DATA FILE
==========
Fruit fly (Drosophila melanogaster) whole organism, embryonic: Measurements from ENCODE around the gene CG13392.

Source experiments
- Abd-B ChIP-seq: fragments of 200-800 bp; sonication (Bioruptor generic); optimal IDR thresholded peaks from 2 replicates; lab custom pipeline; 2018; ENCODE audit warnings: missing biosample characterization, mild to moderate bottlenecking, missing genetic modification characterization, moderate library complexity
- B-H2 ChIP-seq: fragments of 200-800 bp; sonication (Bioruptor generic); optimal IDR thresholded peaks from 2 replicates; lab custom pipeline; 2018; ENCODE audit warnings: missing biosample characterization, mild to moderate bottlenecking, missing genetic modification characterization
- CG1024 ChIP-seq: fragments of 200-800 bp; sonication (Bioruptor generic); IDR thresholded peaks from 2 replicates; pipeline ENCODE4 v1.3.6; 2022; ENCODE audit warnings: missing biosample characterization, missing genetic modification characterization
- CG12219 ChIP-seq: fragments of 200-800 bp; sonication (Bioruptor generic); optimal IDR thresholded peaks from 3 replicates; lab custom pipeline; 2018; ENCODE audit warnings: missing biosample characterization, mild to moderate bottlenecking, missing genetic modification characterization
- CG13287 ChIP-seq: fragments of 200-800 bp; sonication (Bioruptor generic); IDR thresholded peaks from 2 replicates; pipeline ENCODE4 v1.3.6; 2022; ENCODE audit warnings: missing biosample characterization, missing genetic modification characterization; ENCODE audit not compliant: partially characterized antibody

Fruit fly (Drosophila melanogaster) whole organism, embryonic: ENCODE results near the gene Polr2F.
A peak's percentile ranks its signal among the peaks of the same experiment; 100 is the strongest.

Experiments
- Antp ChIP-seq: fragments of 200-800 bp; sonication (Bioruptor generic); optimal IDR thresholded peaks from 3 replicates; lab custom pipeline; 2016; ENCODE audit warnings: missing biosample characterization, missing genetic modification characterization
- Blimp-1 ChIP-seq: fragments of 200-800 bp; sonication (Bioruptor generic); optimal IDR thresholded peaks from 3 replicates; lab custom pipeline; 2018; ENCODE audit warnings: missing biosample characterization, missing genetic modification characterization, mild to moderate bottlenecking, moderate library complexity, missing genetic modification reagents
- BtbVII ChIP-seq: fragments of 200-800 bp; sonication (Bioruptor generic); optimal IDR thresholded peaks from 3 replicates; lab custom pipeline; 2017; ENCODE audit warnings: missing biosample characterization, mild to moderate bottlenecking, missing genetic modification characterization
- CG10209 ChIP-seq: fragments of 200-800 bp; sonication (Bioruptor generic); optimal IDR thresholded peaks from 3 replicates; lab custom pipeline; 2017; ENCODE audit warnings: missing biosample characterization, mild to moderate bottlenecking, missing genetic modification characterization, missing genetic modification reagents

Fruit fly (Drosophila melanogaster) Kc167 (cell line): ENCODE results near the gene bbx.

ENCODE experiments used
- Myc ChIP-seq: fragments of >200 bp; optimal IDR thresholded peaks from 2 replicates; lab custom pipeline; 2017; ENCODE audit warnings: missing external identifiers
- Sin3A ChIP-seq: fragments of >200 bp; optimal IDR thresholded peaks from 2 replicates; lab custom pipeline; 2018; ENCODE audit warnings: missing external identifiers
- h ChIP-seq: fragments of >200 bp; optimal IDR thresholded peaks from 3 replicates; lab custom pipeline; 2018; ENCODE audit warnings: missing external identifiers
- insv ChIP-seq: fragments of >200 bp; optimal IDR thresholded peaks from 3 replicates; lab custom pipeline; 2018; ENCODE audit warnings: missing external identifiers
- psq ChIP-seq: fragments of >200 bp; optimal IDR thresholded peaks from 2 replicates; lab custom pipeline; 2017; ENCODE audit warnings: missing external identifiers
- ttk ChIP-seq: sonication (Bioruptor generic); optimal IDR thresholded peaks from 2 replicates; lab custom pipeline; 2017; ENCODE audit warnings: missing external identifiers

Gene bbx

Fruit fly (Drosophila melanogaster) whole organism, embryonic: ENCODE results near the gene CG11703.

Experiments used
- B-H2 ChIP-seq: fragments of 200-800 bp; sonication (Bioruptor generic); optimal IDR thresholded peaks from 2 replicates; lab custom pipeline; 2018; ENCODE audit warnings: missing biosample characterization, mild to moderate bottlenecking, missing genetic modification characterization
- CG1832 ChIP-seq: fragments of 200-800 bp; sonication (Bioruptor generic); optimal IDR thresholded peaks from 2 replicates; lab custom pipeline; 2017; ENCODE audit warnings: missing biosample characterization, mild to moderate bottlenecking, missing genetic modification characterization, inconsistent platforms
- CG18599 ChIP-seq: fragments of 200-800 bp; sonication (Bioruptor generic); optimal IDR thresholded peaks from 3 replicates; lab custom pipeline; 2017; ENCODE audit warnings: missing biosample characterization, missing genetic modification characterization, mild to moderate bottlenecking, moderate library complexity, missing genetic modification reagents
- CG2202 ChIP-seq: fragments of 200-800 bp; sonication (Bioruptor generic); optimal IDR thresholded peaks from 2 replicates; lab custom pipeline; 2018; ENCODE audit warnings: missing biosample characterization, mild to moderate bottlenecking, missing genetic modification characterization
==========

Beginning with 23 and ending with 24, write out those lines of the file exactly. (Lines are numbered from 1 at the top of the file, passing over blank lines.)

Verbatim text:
Gene bbx

Fruit fly (Drosophila melanogaster) whole organism, embryonic: ENCODE results near the gene CG11703.